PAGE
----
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Southern District Of Alabama Grants With Prejudice Insurer’s Motion To Dismiss Business Owner’s Declaratory Action Seeking Coverage For Covid-Related Business Interruption

On October 21, 2020, the Southern District of Alabama issued its first opinion addressing a COVID-19-related claim for lost income under the “business interruption” provision of an “all-risk” policy. Hillcrest Optical, Inc. v. Cont’l Cas. Co., No. 1:20-CV-275-JB-B, 2020 WL 6163142 (S.D. Ala. Oct. 21, 2020). After the plaintiff closed its business in compliance with Governor Ivey’s “stay-at-home” order, it filed a claim with its insurer for lost income, alleging a direct physical loss from the loss of use of its office. The plaintiff’s policy contains a provision covering “direct physical loss of or damage to” the plaintiff’s business. It does not, however, define what constitutes “direct physical loss or damage.” The policy also contains a “Business Income and Extra Expense” endorsement providing coverage for lost income from a necessary suspension of operations during a “period of restoration” caused by a covered direct physical loss to property. This provision covers expenses reasonably and necessarily incurred because of direct physical loss or damage but excludes periods of restoration extended by regulations governing the use of the covered property. It expressly contemplates physical repair to or rebuilding of the property.

After its insurer failed to respond, the plaintiff, on behalf of itself and similarly situated parties, filed a complaint for declaratory judgment. The plaintiff seeks a declaration of its rights under the policy and asserts a breach of contract for the insurer’s denial of the claim. Alternatively, the plaintiff requests certification of its questions to the Alabama Supreme Court, citing the lack of precedent regarding whether a COVID-related business interruption constitutes direct physical loss. It argues the governor’s order caused a direct physical loss of use of the property, and its definition of “repair” satisfies the policy’s endorsement. In response, the insurer filed a motion to dismiss for failure to state a claim. It argued the plaintiff did not adequately allege a direct physical loss under the policy, the business closure did not constitute a direct physical loss, and the plaintiff failed to satisfy the policy’s requirements for coverage under the endorsement.

Because the court reviewed the case within the context of the insurer’s motion to dismiss, it needed only to find the plaintiff’s claim facially plausible to deny. Still, the court dismissed the plaintiff’s claims with prejudice.

First, it denied the plaintiff’s request for certification of its question to the Alabama Supreme Court. Despite the lack of case law directly on point, the court found sufficient guiding authority to deem certification unnecessary. Next, the court analyzed whether the plaintiff adequately alleged a direct physical loss. It rejected the plaintiff’s attempts at likening its loss of income to permanent physical dispossession. Instead, the court framed the primary issue as “whether a temporary inability to use property due to governmental intervention constituted a direct physical loss of property.” The court also rejected the plaintiff’s argument that even though there was no “loss to” its property, there was a covered “loss of” the property. It highlighted, while a direct loss does not always require a physical component, in most cases, courts require “some tangible alternation of disturbance” to the covered property. Further, the loss must result immediately.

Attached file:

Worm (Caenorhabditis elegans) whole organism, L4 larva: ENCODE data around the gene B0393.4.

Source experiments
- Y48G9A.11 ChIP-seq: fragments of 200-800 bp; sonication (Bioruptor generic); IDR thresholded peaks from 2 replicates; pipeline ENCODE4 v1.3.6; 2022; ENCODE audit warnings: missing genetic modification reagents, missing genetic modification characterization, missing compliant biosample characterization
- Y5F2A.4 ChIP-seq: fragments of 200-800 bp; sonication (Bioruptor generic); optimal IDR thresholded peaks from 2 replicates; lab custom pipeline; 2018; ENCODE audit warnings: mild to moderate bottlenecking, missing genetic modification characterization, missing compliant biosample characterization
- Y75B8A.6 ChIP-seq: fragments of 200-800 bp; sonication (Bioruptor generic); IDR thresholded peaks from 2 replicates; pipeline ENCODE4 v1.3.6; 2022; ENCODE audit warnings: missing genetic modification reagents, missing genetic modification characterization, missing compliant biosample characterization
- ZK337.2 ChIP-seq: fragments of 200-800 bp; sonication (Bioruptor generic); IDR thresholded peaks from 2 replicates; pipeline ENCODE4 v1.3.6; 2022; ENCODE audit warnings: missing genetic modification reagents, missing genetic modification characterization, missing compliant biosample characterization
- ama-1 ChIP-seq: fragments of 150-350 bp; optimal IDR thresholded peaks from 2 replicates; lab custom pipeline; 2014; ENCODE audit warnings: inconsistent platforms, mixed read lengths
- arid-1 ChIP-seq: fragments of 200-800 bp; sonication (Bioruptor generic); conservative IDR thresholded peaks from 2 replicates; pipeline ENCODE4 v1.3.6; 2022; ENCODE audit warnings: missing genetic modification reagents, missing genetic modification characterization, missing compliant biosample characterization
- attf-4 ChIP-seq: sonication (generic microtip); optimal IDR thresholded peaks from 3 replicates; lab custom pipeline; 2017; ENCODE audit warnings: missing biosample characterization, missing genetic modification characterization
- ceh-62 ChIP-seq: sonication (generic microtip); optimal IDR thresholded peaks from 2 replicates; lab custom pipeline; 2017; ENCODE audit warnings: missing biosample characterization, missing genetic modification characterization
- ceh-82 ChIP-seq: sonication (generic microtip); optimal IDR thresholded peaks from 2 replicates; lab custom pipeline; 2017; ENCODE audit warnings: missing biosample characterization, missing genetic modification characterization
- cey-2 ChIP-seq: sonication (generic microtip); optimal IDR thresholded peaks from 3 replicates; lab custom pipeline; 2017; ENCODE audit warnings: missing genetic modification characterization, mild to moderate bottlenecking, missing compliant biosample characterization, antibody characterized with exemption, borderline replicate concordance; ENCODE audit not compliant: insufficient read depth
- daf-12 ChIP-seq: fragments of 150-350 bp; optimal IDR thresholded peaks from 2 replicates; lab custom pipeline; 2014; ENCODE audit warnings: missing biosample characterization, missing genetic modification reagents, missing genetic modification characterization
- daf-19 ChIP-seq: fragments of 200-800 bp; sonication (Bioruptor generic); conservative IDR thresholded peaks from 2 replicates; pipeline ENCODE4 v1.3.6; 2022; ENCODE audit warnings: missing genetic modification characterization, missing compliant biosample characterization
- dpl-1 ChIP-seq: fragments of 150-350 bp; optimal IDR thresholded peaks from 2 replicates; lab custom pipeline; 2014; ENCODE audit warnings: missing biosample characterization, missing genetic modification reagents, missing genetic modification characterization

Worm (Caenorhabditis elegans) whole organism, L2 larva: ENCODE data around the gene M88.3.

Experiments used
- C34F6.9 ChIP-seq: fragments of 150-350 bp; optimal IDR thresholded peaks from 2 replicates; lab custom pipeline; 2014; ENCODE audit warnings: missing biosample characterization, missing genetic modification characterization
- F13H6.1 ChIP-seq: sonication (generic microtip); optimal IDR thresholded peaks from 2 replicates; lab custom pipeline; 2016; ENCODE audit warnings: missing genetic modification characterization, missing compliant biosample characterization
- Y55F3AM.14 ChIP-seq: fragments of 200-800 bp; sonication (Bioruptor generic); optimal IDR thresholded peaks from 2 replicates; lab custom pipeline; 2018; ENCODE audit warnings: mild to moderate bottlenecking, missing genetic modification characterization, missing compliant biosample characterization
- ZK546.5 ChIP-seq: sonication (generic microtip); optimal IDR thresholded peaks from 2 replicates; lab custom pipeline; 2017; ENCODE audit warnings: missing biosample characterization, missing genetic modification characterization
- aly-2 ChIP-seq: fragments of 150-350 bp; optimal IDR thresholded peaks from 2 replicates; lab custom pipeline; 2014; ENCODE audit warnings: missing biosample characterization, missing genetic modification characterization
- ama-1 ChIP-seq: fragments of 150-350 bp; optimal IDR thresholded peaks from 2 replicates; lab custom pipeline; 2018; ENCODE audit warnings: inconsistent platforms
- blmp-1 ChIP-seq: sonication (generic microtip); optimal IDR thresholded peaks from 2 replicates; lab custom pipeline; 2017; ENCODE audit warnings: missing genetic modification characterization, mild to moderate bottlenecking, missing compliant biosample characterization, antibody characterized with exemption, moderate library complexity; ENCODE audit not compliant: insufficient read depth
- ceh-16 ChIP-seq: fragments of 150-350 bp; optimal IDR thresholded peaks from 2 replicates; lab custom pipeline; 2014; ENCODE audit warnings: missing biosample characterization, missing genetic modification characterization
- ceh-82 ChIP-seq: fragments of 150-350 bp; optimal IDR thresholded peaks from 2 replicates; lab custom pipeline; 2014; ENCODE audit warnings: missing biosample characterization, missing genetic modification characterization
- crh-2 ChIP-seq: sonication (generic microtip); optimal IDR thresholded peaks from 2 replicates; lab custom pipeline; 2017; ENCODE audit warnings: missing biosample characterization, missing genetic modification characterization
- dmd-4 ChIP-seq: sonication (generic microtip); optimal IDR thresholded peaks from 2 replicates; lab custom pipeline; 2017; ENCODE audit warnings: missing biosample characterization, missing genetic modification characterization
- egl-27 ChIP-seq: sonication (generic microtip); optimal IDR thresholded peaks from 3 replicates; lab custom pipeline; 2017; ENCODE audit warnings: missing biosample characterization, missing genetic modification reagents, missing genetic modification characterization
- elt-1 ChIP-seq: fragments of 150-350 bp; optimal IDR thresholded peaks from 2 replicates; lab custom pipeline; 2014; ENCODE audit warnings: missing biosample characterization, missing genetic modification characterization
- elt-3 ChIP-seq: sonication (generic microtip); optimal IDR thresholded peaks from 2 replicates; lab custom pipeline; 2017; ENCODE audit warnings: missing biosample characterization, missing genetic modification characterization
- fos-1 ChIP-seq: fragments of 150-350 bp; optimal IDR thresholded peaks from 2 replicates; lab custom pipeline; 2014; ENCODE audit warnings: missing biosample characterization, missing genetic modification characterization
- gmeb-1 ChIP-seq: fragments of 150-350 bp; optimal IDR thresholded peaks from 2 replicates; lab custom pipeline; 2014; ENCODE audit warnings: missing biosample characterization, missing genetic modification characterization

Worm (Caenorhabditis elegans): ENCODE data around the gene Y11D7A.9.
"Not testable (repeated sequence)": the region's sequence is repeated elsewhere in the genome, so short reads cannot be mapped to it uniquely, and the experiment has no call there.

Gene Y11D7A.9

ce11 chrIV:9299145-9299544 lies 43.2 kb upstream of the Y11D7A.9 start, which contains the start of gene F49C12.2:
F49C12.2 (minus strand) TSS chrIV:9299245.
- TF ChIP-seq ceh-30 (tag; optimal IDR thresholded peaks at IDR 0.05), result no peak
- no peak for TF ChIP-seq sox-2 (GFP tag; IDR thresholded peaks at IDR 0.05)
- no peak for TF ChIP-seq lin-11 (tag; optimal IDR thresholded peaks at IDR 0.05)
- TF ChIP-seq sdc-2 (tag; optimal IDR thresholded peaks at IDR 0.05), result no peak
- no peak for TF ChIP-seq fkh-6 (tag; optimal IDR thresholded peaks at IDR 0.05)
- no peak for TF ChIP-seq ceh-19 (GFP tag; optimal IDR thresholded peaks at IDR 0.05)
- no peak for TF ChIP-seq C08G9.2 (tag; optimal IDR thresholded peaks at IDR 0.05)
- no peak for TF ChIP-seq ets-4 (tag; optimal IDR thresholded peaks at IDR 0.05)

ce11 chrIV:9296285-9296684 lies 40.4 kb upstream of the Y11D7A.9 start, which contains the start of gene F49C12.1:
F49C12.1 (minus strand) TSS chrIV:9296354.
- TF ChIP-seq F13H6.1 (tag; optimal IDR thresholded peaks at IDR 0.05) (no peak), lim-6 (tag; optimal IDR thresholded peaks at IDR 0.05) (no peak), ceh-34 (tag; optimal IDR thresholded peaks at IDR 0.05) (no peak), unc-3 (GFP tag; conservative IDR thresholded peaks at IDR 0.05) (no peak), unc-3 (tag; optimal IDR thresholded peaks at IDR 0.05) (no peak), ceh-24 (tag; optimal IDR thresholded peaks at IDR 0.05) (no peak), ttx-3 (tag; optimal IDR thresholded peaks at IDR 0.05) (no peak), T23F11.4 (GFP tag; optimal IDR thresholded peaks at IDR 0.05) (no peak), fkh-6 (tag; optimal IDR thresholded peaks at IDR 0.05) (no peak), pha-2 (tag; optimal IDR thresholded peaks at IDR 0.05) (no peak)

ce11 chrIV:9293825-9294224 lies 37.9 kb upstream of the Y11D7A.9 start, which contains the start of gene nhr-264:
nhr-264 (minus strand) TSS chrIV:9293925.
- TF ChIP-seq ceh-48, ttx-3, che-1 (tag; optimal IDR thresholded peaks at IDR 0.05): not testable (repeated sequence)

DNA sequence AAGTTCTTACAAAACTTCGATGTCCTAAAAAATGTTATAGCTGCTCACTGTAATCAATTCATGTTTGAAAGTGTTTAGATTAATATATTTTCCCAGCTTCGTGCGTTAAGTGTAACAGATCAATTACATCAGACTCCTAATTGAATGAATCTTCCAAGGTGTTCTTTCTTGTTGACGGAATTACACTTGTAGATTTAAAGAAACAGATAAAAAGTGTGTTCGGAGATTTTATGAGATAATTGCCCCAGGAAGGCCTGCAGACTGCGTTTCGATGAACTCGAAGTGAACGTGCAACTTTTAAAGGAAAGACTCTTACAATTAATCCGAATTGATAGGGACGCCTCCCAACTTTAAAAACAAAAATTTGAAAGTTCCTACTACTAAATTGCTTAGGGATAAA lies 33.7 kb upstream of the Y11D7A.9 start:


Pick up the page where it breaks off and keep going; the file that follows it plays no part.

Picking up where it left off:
Ultimately, the court held the plaintiff did not state a plausible claim for direct physical loss of property because the loss was not immediate, did not result in any tangible alteration to the covered property, and a temporary loss of physical possession does not constitute a covered loss of use. The court was persuaded, at least in part, by recent decisions, including three in the Eleventh Circuit, requiring tangible alteration to covered property to trigger coverage for business interruption from COVID-related closures. At least one of the courts so held to avoid the absurdity of a ruling on coverage that potentially exposes insurers to liability for every government-mandated change in operation.

Because the court found no direct physical loss or damage and thus no physical repair to the property, it denied the plaintiff coverage under the Business Income and Extra Expense endorsement. Although the plaintiff argued a “repair” can include restoration of the property to a “sound or healthy state,” the court emphasized the lack of tangible alteration and that plaintiff’s temporary loss of use of the property was not caused by “an unsound or unhealthy condition of the property” requiring physical repair. According to the court, the plaintiff’s interpretation of a repair is not an interpretation a reasonable insured would share.

Because the plaintiff’s underlying claims fail as a matter of law, the court denied the plaintiff’s request for declaratory judgment.

This decision mirrors other district court holdings in the Eleventh Circuit uniformly dismissing with prejudice COVID-related business interruption claims and denying requests for certification to the highest state courts. It appears, at least in the Eleventh Circuit, insureds seeking coverage for lost income resulting from government-mandated business closures must find another avenue to recovery of lost income from COVID-related business closures.